News Lions: Domestic tourism surge at Akagera park

Akagera National Park has seen a steady increase in both tourist numbers and revenue since the reintroduction of lions in June.

This was disclosed Wednesday by Jes Gruner, the manager of Akagera National Park, while addressing local leaders in Kayonza town.

Concerned URL http://www.newtimes.co.rw
Source the newtimes of 4 december, 2015,editorial@newtimes.co.rw
Release date 22/12/2015
Contributor Lewis Mary Ndayisaba
Geographical coverage National
Keywords Lions, Tourism, Akagera National Park

Akagera National Park has seen a steady increase in both tourist numbers and revenue since the reintroduction of lions in June.

This was disclosed Wednesday by Jes Gruner, the manager of Akagera National Park, while addressing local leaders in Kayonza town.

“The number of domestic tourists has increased by 37 per cent since July. Many of the tourists are attracted by the lions more than any other animals,” Gruner said.

“Two of the lionesses have already been mated, so we expect cubs in the near future. The lions have no doubt had a great impact on the park.”

Figures show that domestic tourism has risen from 12,809 recorded in 2014 (excluding December) to 14,890 so far this year.

Seven lions, including two males, were re-introduced into the park located in Eastern Province in June, ending more than two decades of a lull during which the country had no lions.

Gruner also said the park would bring rhinos to boost competitiveness.

“It’s not easy to get rhinos because they are some of the most endangered animals; only about 800 are left in the world. But we are optimistic and will keep trying. Introducing the ‘big five’ puts us in a good position to compete favourably with other parks on the continent,” he said.

The big five game animals are lions, elephants, buffaloes, leopards and rhinoceros – the latter being the only species missing in Akagera park.

The three districts that border the park, Nyagatare, Kayonza and Gatsibo, share 5 per cent of the Akagera park tourism revenue under a revenue-sharing programme.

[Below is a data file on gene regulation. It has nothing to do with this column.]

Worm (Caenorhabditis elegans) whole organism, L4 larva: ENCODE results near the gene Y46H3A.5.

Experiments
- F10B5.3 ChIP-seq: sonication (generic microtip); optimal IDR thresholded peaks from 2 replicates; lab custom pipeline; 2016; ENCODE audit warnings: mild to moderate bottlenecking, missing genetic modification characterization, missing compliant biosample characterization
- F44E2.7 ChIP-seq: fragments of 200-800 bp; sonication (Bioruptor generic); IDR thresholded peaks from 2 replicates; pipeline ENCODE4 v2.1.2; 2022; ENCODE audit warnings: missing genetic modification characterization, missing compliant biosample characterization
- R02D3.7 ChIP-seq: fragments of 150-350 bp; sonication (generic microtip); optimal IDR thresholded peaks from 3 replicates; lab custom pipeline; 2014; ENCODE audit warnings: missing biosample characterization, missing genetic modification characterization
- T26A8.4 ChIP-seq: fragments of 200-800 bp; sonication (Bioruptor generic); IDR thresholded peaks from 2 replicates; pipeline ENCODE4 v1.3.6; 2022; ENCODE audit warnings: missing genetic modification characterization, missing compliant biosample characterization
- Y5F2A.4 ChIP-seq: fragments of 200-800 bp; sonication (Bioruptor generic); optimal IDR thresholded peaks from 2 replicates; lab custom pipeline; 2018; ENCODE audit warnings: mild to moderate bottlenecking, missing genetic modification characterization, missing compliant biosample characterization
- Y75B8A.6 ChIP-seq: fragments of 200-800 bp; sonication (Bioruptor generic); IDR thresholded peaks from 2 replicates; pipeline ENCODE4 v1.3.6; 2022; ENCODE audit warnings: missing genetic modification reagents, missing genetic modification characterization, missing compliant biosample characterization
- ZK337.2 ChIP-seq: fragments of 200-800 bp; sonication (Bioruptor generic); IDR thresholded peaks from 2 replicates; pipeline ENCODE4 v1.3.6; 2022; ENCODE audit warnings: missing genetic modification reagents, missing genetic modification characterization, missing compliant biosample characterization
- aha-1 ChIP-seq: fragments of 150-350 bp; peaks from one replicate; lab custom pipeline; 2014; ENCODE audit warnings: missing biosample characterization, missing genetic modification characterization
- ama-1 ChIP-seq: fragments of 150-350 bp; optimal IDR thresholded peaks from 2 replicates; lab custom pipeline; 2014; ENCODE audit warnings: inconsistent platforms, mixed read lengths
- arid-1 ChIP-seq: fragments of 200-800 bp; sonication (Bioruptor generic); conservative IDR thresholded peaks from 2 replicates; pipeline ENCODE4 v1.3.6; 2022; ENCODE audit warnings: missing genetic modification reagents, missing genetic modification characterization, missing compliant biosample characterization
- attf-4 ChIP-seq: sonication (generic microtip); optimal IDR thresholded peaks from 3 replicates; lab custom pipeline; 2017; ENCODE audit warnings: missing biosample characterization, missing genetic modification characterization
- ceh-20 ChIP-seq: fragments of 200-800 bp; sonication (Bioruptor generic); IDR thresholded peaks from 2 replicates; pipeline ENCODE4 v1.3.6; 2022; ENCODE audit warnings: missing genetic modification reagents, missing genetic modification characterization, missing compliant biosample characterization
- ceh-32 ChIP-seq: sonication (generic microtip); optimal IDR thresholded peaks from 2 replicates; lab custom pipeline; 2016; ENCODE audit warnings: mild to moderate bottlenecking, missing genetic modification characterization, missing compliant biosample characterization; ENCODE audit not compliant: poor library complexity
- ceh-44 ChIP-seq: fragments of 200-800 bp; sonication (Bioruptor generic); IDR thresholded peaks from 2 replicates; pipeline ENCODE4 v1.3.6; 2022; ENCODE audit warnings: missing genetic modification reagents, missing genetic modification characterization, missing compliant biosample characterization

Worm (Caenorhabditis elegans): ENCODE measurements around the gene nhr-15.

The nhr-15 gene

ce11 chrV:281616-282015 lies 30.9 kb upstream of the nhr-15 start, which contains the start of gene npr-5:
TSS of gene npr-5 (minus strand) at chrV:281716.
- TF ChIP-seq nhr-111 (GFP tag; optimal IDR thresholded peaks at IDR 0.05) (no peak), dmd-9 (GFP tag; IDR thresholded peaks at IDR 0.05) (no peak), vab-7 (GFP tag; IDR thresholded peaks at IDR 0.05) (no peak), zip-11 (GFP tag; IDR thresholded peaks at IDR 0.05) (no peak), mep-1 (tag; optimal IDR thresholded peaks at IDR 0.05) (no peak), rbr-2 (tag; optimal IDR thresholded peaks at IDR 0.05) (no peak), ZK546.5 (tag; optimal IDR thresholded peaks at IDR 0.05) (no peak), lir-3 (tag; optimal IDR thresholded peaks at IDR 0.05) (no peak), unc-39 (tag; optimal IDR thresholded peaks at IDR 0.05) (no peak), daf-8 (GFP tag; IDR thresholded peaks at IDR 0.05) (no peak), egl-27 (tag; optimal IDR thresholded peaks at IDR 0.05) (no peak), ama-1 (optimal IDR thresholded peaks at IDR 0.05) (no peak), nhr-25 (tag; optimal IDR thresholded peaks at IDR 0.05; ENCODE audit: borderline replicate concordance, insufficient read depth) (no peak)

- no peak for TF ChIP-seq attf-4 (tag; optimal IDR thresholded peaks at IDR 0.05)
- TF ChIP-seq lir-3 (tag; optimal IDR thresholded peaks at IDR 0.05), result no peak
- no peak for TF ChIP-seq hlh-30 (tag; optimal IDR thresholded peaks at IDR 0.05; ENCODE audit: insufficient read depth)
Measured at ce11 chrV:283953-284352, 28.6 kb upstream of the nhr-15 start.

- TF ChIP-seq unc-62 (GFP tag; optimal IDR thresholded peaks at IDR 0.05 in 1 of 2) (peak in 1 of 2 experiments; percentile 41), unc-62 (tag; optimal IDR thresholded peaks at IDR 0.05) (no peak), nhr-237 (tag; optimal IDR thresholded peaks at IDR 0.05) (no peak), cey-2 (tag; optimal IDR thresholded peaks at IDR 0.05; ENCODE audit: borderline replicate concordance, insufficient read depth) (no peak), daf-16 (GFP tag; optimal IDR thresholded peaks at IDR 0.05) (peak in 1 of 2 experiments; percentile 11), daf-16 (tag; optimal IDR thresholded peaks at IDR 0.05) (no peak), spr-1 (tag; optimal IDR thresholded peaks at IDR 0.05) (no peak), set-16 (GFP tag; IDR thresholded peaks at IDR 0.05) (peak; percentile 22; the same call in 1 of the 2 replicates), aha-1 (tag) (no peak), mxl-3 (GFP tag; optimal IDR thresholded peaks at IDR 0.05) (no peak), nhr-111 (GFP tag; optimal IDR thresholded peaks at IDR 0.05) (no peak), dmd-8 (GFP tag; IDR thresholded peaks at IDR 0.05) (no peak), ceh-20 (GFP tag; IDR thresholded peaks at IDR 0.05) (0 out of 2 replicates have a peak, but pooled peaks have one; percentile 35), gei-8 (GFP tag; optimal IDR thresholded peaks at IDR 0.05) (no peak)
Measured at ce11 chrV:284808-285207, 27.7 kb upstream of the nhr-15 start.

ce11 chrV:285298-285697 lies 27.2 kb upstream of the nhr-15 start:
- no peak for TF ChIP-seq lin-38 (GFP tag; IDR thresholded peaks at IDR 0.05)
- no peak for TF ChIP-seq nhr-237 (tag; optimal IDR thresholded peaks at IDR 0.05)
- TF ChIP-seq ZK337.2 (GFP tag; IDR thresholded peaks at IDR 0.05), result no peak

Joseph Karama, the community liaison manager at the park, said under the revenue-sharing programme, Rwanda Development Board (RDB) dedicates 5 per cent of the park entry fees annually to fund various community projects.

He said funds were allocated for programmes, such as social infrastructure (schools, health centres), local associations and small enterprises.

“We have met here to assess how the projects are going and to share more funds. The amount of money has been increasing steadily. We started by sharing only Rwf56 million, but today we are going to give out over Rwf112 million to sectors neighbouring the park,” he said.

Karama said the programme had helped in various ways, including checking poaching.

“Former poachers are some of the beneficiaries of the project where they are given start-ups to help them achieve self-reliance.”

John Mugabo, the mayor of Kayonza, said the welfare of the people surrounding the park had greatly improved since the introduction of the revenue-sharing programme.

“We will use this money to construct schools in remote areas near the park, cultural centres, roads, among others,” he said.

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